Friday, September 22, 2017 | ePaper

Kids with a single parent may have lower levels of well-being

  • Print


Life Desk :
Children who grew up in a single-parent family are more likely to have lower levels of well-being and life satisfaction in adulthood, according to new research.
The study showed that children brought up by a single parent earn 30 per cent less and are more likely to be unemployed. Further, they are also nine per cent less likely to be in a romantic relationship and have fewer friends.
"These findings suggest that both parents still provide important resources even when children have already grown up and left their parent's home. During young adulthood these resources may include financial support as well as access to social networks, which is important to find a good job," said Sakari Lemola from the University of Warwick in London.
"Children who had grown up with a single parent for their entire childhood are less likely to know their second parent well and to receive such support during adult life," Lemola added. For the study, the team analysed 641 individuals from over 24,000 adults aged 18-66, who spent their entire childhood with a single parent and 1,539 who spent part of their childhood with a single parent.
The group was asked how satisfied they are with life in general, using an 11-point scale - ranging from zero (completely dissatisfied) to ten (completely satisfied). After accounting for childhood socio-economic circumstances, the differences in life-satisfaction were relatively small.
Those who grew up with a single parent for their entire childhood were approximately 0.2 points lower on the scale ranging from 0 to 10 than those who were brought up by both parents - and 0.1 points lower than those who experienced parental separation during childhood, the researchers said.

More News For this Category

Ruby, a new type of chocolate

Ruby, a new type of chocolate

Life Desk :A Swiss chocolate giant claims to have invented a new chocolate type: 'ruby', adding to the already existing - milk, dark and white - list. Barry Callebaut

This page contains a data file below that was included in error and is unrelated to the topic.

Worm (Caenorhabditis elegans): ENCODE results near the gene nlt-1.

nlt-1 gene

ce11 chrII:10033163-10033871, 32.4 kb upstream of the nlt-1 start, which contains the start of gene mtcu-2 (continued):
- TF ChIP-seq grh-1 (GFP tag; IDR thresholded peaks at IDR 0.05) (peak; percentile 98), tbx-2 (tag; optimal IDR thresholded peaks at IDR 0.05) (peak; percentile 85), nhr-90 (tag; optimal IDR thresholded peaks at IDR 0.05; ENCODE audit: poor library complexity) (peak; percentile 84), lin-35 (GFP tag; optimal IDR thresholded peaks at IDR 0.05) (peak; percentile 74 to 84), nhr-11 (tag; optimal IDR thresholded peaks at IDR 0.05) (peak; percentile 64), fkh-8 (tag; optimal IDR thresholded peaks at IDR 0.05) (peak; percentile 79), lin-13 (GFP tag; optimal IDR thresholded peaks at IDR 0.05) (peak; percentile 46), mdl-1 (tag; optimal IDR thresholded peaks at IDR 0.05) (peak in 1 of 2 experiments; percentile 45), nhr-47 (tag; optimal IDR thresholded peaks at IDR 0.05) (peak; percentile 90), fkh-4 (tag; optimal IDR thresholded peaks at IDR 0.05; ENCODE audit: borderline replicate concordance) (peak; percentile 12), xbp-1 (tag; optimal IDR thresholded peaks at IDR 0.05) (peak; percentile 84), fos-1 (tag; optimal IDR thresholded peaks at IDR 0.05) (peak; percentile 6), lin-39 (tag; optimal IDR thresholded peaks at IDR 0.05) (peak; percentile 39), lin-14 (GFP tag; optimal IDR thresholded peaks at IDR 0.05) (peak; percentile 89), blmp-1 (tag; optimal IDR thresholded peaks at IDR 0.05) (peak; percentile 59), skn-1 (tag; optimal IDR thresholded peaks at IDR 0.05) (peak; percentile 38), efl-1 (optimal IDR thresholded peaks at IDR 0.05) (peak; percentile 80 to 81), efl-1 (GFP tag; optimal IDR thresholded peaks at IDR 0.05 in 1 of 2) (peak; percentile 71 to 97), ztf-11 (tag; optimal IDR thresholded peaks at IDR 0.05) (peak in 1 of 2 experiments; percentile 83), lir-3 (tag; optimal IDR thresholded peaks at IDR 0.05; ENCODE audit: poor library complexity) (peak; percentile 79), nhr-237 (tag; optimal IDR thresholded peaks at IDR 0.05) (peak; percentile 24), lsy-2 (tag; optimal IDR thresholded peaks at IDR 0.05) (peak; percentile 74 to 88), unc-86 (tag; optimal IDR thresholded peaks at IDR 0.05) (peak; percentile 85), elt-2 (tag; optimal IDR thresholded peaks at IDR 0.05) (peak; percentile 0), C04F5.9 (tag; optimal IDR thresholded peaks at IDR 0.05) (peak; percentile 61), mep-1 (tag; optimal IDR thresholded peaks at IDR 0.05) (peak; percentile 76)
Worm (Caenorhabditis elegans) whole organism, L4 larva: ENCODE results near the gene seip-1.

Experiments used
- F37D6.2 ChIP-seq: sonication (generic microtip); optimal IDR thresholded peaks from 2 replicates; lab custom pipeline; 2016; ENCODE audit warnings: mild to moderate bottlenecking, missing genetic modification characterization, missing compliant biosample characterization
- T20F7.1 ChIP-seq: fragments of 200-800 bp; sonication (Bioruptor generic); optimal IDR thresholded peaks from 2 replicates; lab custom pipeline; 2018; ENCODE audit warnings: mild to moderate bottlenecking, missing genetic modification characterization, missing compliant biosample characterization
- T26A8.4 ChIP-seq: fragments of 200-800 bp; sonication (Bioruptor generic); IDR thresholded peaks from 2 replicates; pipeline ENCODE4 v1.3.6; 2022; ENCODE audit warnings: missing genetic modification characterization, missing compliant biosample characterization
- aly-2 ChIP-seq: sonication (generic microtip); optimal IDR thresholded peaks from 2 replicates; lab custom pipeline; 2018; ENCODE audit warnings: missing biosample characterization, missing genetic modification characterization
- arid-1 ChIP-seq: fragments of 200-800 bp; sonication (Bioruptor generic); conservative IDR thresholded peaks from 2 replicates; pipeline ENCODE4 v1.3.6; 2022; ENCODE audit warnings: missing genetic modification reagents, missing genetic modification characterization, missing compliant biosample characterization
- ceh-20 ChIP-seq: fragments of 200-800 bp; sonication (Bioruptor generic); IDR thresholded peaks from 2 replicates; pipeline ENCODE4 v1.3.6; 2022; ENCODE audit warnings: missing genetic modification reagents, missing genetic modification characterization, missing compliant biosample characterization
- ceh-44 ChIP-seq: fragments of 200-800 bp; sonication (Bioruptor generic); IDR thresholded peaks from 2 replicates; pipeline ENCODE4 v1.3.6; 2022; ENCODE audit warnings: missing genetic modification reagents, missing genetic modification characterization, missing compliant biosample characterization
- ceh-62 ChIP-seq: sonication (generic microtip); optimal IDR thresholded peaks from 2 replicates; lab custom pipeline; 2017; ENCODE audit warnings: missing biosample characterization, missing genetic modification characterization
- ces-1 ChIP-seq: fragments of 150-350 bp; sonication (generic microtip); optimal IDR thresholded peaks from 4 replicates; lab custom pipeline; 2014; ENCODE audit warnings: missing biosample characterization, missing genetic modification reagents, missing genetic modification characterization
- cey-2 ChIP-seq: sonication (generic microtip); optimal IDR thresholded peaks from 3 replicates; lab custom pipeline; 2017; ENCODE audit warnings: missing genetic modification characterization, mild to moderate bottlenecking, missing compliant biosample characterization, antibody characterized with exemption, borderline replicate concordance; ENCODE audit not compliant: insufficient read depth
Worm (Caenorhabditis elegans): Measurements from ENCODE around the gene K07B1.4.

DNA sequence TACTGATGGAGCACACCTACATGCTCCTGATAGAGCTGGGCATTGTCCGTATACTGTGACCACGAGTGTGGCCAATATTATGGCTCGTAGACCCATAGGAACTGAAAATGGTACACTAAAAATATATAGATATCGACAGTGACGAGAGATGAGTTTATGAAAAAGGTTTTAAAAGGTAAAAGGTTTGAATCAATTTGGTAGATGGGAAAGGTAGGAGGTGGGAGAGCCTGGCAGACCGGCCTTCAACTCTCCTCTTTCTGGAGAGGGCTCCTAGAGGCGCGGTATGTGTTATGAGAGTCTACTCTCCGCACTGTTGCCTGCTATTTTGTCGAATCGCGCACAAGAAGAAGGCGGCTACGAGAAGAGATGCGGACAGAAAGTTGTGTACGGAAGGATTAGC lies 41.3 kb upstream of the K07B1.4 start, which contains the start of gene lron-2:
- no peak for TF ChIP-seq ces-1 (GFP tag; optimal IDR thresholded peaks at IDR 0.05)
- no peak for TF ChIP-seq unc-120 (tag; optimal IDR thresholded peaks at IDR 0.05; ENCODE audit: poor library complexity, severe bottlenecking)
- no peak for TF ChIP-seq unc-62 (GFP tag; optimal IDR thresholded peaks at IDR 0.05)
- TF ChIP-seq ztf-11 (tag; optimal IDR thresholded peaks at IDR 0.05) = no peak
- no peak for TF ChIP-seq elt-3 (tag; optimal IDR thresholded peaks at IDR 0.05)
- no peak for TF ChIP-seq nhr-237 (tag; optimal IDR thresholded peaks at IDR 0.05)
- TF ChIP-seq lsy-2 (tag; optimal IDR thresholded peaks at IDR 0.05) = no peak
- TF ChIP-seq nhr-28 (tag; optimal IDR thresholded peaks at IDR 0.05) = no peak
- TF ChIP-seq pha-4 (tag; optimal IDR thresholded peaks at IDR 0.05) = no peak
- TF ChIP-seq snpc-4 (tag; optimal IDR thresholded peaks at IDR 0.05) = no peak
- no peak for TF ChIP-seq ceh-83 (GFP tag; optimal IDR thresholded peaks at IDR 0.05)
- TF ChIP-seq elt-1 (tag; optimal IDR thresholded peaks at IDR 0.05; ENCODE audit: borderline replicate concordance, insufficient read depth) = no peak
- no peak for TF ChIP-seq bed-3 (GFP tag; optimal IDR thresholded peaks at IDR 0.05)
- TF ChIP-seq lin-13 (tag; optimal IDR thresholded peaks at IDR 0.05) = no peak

If tomorrow comes

If tomorrow comes

Life Desk :Pramila Le Hunte is disturbed by the way things are. "The world is a dark place and the power of love and humanity of the soul is

Types of garden in your home

Types of garden in your home

Life Desk :Herb GardenHerb garden consists of culinary or medicinal herbs, and often has ornamental designs. In fact, herb plants are often underrated as potential design elements in land

Binge drinking may alter brain activity in teenagers

Binge drinking may alter brain activity in teenagers

Life Desk :Is your teenaged son or daughter a binge-drinker? Beware, he or she is more likely to have altered brain activity, which may indicate delayed brain development and

Friends can make your marital conflict less stressful

Friends can make your marital conflict less stressful

Life Desk :Marital conflicts can take a toll on your health, but having even a few close friends and family members to turn to can help reduce the stress

Family mealtime minus TV helps beat obesity

Family mealtime minus TV helps beat obesity

Life Desk  :Adults who reported never watching TV or videos during family meals had significantly lower odds of obesity.  Spending quality time with the family prevents many diseases and

High salt intake linked to diabetes risk : Study

High salt intake linked to diabetes risk : Study

Life Desk :Besides high blood pressure, high intake of salt - main source of sodium - may be associated with an increased risk of developing diabetes, researchers have found.

Jane Austen banknote goes into circulation in Britain

Jane Austen banknote goes into circulation in Britain

Life Desk :Just over one billion polymer ten-pound notes have been printed ready for issue, and will begin to be seen in the following days and weeks as the

Multiple personality disorder

Multiple personality disorder

Life Desk :Dissociative Identity disorder (DID) is a mental condition where a person has two or more identities which are distinct and that take complete control of the individual.

Smartphone accessory could be used as a breathing monitor

Smartphone accessory could be used as a breathing monitor

Life Desk :A new software combined with a low-cost thermal camera attached to the mobile phones can be used to track how fast a person is breathing. The research